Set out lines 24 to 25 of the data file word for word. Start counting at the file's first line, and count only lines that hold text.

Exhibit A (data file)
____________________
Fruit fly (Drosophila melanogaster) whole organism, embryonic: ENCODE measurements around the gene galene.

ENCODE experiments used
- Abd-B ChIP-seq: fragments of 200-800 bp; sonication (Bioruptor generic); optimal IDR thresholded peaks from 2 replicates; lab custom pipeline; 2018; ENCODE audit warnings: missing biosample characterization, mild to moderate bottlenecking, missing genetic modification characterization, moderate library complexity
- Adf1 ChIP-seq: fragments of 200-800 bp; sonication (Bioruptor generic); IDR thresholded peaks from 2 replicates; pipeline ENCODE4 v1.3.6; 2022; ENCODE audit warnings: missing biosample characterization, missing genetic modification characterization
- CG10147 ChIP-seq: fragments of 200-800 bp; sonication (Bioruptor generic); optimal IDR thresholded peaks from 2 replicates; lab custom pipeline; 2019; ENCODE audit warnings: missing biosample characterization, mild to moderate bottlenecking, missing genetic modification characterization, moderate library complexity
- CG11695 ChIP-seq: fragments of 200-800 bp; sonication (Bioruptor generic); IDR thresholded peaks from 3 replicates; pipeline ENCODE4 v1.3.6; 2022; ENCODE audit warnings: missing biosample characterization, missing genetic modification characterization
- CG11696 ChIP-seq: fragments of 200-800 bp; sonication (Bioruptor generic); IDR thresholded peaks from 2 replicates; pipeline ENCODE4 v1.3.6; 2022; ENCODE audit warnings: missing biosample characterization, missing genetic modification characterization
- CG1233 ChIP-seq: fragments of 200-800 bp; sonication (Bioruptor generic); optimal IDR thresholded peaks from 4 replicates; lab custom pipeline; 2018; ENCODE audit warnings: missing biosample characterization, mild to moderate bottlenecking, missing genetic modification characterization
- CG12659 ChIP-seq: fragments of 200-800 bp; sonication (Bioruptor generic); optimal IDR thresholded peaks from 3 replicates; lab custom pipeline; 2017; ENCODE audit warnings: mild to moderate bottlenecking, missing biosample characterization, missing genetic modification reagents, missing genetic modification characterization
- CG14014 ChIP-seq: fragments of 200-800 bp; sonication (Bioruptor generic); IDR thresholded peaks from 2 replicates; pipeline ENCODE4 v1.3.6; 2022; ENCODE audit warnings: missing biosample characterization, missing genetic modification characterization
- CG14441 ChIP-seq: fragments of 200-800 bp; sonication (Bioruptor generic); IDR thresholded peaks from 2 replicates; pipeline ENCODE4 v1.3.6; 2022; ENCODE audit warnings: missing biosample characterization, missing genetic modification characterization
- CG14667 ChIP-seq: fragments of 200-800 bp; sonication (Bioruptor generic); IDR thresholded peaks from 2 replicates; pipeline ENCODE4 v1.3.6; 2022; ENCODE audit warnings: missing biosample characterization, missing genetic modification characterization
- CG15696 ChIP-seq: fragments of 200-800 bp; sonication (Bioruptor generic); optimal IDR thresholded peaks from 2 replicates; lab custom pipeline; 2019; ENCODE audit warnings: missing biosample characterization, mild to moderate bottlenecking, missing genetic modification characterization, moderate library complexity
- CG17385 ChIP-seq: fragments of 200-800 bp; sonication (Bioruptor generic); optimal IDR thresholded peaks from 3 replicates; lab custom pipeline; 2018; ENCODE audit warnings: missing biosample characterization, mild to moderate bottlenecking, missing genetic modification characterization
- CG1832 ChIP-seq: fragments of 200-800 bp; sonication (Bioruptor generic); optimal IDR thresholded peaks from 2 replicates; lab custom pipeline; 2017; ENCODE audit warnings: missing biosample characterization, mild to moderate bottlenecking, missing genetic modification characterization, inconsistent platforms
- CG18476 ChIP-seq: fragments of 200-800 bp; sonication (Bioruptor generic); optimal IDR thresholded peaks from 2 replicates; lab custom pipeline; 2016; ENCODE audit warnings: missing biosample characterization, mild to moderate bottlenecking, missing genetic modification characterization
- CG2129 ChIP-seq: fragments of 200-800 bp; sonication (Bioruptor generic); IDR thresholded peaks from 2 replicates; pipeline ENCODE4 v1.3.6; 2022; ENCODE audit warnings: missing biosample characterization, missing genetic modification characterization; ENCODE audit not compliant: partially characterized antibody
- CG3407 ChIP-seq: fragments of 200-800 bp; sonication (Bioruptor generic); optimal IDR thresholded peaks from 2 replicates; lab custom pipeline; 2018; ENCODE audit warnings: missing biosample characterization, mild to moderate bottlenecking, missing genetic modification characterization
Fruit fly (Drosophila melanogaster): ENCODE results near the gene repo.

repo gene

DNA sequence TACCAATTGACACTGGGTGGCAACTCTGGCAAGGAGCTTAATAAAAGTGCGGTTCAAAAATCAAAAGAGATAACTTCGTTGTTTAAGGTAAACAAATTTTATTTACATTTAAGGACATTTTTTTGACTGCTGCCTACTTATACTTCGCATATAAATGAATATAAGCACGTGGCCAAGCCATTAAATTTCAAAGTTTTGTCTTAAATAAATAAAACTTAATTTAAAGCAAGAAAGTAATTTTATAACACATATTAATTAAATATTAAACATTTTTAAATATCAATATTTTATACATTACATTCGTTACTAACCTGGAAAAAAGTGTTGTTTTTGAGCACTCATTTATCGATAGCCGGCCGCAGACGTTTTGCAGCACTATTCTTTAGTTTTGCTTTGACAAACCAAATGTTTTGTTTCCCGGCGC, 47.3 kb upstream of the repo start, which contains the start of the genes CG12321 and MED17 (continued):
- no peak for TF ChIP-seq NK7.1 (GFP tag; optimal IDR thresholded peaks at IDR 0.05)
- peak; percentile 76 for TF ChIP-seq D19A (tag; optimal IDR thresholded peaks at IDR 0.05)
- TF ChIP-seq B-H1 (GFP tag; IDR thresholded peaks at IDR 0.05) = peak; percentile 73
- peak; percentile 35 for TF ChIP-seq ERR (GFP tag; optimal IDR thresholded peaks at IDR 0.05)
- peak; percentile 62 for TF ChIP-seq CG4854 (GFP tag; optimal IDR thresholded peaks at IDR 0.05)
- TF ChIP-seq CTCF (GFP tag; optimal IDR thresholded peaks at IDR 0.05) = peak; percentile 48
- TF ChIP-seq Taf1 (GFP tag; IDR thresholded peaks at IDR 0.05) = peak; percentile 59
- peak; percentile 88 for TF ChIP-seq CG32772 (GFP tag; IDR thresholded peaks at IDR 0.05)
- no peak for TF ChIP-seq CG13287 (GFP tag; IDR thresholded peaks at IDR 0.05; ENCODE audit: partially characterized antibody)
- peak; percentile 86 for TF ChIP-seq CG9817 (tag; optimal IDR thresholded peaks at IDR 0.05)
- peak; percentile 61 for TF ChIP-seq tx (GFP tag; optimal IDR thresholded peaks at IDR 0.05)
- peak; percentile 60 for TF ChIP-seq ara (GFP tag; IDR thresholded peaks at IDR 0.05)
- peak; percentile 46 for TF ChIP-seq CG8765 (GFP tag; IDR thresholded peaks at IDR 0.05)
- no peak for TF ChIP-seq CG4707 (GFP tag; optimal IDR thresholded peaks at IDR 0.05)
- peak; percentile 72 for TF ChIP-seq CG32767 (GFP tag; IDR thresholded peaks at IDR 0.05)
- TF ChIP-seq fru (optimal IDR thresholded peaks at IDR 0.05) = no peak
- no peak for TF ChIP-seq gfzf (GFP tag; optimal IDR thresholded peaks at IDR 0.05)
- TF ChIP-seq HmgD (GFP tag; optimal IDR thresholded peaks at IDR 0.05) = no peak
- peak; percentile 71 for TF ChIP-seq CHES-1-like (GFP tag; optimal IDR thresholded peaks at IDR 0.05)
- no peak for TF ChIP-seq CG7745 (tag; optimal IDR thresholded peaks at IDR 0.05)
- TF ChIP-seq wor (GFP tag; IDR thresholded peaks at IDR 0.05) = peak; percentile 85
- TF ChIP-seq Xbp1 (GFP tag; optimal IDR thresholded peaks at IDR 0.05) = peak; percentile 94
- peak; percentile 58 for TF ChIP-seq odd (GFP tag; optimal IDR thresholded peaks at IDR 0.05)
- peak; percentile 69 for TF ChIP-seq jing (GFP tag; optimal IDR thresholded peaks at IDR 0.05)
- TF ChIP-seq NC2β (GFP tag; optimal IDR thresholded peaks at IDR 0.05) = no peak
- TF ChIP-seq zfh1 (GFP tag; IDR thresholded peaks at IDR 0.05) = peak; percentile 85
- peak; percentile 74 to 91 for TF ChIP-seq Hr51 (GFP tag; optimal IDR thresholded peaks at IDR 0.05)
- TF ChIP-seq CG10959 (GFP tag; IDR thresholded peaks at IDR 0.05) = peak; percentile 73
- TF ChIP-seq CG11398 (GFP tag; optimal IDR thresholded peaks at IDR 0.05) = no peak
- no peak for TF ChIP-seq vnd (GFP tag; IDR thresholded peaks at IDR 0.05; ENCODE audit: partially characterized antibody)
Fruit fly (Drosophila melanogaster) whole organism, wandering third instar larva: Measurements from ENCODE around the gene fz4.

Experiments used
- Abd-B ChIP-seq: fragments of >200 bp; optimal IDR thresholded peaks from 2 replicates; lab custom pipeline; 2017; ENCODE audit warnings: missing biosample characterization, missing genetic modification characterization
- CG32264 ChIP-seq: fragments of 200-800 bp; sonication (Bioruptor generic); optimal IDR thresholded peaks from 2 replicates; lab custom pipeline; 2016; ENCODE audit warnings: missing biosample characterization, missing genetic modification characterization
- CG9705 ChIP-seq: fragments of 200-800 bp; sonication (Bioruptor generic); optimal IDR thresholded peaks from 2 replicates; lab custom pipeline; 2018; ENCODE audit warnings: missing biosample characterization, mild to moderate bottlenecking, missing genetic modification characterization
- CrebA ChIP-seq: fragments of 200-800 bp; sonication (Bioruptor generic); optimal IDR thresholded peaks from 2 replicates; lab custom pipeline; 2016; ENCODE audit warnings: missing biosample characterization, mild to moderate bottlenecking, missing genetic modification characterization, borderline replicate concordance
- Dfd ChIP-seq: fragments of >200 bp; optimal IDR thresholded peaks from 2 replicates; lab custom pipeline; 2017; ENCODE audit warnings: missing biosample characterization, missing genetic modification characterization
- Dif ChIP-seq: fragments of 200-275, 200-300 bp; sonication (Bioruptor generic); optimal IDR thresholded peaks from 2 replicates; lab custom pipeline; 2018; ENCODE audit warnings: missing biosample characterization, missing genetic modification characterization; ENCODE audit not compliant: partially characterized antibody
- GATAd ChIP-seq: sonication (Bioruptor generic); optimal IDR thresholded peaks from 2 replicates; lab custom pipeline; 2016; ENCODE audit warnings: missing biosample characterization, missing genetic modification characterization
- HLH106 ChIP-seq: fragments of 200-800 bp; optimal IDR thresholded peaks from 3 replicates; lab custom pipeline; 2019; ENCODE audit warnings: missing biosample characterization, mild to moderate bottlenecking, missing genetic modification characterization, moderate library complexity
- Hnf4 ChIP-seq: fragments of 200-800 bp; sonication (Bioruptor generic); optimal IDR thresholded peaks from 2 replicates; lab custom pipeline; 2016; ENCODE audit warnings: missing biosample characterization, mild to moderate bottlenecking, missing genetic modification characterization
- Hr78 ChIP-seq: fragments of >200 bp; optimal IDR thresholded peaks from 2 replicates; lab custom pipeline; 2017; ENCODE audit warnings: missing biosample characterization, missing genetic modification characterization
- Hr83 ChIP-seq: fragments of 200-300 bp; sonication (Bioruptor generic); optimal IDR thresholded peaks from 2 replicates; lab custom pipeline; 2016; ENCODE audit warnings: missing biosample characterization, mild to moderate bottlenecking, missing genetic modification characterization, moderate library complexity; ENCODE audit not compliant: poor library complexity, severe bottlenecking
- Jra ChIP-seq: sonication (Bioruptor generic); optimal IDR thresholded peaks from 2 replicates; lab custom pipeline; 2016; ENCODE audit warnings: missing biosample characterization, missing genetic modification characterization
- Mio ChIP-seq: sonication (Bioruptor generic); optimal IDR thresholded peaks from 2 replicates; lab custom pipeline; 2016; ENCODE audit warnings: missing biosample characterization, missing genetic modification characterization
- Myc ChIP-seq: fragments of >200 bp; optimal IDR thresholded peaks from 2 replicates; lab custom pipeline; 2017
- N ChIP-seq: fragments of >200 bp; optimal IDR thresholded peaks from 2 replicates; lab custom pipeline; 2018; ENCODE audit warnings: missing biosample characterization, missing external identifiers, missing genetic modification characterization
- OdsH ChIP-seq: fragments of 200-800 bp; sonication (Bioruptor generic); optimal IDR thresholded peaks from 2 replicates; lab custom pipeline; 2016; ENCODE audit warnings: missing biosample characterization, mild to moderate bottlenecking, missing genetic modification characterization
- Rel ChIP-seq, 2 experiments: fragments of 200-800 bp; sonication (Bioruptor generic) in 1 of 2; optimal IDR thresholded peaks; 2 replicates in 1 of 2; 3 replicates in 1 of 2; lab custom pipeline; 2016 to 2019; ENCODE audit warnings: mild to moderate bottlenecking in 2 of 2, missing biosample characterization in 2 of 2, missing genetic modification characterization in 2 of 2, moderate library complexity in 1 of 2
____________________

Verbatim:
- TF ChIP-seq B-H1 (GFP tag; IDR thresholded peaks at IDR 0.05) = peak; percentile 73
- peak; percentile 35 for TF ChIP-seq ERR (GFP tag; optimal IDR thresholded peaks at IDR 0.05)